Statutory Authority for Adoption: RCW 77.12.020.
Statute Being Implemented: RCW 77.12.020.
Rule is not necessitated by federal law, federal or state court decision.
Name of Proponent: Washington Fish and Wildlife Commission, governmental.
Name of Agency Personnel Responsible for Drafting and Implementation: Dave Brittell, Natural Resources Building, Olympia, (360) 902-2504; and Enforcement: Bruce Bjork, Natural Resources Building, Olympia, (360) 902-2932.
No small business economic impact statement has been prepared under chapter 19.85 RCW. These rules regulate recreational hunters and do not directly regulate small business.
A cost-benefit analysis is not required under RCW 34.05.328. Not hydraulics rules.
December 5, 2005
|Common Name||Scientific Name|
|pygmy rabbit||Brachylagus idahoensis|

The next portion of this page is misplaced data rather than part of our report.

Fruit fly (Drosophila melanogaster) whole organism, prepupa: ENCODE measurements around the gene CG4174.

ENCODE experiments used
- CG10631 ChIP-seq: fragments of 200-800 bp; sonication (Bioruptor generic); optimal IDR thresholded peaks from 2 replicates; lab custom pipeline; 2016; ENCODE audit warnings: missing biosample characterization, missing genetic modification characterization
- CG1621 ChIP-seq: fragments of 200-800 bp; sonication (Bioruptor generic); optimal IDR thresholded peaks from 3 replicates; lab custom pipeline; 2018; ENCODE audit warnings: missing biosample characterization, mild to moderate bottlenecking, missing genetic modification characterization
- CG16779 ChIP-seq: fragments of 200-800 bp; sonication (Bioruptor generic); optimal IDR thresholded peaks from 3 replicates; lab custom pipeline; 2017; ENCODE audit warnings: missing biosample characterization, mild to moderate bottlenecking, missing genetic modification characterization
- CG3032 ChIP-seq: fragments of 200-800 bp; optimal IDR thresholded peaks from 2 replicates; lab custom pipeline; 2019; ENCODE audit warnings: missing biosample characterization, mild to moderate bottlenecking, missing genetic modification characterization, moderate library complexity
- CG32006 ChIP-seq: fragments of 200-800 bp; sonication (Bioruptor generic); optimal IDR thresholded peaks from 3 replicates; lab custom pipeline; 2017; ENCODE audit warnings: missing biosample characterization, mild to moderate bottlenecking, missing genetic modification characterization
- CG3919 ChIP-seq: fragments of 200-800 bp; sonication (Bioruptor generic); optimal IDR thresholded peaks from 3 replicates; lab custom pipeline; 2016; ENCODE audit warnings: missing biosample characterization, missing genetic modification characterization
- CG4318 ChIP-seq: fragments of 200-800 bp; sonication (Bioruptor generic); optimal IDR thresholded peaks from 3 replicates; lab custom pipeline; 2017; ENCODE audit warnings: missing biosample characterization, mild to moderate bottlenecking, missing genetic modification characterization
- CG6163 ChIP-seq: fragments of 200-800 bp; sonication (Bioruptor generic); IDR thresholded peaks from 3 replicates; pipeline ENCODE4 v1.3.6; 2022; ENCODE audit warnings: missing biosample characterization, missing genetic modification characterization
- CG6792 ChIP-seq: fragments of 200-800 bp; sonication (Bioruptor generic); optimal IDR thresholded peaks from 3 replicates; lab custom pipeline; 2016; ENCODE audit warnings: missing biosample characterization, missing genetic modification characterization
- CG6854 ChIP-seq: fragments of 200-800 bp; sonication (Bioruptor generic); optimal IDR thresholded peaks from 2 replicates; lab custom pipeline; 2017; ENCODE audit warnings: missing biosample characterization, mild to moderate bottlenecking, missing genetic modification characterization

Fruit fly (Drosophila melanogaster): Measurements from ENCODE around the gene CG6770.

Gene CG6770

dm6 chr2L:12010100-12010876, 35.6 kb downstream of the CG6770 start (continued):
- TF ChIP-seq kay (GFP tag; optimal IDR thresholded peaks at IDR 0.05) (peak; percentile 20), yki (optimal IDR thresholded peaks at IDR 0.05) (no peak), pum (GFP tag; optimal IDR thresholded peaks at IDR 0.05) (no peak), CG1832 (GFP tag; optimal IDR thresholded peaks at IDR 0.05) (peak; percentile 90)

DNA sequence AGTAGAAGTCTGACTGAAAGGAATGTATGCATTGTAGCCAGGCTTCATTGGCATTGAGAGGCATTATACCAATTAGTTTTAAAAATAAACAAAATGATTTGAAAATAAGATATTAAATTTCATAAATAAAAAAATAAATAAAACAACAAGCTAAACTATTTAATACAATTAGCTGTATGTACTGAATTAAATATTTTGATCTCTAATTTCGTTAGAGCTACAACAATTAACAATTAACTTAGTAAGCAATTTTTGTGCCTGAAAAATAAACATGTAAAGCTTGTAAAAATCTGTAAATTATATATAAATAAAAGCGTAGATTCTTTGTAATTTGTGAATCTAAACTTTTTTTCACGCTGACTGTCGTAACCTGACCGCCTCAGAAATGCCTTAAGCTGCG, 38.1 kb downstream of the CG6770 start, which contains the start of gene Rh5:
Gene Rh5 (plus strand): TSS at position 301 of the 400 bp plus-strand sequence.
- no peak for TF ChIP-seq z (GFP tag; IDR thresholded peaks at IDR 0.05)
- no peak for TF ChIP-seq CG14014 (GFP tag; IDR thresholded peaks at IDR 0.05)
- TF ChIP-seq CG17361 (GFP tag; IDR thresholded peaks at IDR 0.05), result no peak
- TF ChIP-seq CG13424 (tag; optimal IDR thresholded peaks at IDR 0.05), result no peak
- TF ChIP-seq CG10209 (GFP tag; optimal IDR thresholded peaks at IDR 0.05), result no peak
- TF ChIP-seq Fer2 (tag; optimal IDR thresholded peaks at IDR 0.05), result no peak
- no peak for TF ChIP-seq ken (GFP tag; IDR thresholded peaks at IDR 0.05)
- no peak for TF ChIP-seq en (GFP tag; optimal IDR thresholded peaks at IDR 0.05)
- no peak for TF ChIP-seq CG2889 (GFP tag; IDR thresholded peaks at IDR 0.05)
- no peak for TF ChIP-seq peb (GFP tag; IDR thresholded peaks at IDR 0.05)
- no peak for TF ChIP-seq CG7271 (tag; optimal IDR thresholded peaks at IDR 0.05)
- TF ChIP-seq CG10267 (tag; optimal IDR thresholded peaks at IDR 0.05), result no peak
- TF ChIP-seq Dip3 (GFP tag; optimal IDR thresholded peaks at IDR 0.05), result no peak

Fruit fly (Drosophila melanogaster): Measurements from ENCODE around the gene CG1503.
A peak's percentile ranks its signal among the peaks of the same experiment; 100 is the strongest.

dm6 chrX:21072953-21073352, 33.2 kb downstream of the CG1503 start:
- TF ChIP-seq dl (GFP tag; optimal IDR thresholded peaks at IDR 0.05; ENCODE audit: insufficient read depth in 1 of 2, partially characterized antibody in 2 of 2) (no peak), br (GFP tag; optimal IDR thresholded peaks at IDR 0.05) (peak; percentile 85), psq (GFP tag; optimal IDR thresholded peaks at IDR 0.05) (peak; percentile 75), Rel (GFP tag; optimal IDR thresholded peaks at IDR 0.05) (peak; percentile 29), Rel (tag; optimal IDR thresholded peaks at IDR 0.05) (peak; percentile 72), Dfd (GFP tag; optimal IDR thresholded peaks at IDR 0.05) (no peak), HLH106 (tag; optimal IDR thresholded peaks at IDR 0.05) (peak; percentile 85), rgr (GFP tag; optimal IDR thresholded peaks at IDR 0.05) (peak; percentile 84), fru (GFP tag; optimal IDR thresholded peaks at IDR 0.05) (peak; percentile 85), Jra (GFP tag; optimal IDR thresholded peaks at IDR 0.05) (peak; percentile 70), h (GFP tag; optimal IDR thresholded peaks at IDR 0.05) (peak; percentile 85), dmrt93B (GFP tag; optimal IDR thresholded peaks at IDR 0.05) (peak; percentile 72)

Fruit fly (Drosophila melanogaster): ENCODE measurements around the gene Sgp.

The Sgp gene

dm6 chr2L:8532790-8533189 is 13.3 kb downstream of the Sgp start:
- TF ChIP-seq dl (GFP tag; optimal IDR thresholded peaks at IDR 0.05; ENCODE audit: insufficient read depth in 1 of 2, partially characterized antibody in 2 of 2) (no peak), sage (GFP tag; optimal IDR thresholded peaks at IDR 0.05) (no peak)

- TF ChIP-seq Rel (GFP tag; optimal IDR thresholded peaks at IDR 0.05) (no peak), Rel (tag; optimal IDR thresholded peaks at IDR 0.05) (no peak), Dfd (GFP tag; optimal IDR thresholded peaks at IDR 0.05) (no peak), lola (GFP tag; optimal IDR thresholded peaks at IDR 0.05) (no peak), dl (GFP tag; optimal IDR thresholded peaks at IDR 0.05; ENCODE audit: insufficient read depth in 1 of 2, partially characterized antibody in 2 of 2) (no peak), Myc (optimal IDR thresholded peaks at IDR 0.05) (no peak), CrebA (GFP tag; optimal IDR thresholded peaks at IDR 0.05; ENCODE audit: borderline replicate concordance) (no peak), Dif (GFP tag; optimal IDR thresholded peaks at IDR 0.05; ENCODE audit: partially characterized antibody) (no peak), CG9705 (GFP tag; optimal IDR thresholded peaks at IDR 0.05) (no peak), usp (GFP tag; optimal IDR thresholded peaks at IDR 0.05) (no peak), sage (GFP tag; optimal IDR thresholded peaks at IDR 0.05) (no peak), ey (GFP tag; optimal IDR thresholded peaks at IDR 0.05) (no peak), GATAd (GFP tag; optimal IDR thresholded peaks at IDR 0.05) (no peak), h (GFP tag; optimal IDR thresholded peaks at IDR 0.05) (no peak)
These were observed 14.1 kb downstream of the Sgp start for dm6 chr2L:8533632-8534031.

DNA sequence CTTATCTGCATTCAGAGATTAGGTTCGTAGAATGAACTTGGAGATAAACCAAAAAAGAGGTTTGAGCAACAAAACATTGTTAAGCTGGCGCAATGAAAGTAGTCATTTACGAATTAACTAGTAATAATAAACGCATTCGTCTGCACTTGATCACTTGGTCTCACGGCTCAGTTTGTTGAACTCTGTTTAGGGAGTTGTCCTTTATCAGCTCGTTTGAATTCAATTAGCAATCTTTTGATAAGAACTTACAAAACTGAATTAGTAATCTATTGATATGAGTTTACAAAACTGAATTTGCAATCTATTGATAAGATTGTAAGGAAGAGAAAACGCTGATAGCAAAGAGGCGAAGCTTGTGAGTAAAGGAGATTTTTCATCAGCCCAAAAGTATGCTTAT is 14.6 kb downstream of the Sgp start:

|gray wolf||Canis lupus|
|grizzly bear||Ursus arctos|
|sea otter||Enhydra lutris|
|killer whale||Orcinus orca|
|sei whale||Balaenoptera borealis|
|fin whale||Balaenoptera physalus|
|blue whale||Balaenoptera musculus|
|humpback whale||Megaptera novaeangliae|
|black right whale||Balaena glacialis|
|sperm whale||Physeter macrocephalus|
|Odocoileus virginianus leucurus|
|woodland caribou||Rangifer tarandus caribou|
|American white pelican||Pelecanus erythrorhynchos|
|brown pelican||Pelecanus occidentalis|
|sandhill crane||Grus canadensis|
|snowy plover||charadrius alexandrinus|
|upland sandpiper||Bartramia longicauda|
|spotted owl||Strix occidentalis|
|western pond turtle||Clemmys marmorata|
|leatherback sea turtle||Dermochelys coriacea|
|mardon skipper||Polites mardon|
|Speyeria zerene hippolyta|
|Oregon spotted frog||Rana pretiosa|
|northern leopard frog||Rana pipiens|
|Taylor's checkerspot||Euphydryas editha taylori|
|Streaked horned lark||Eremophila alpestris strigata|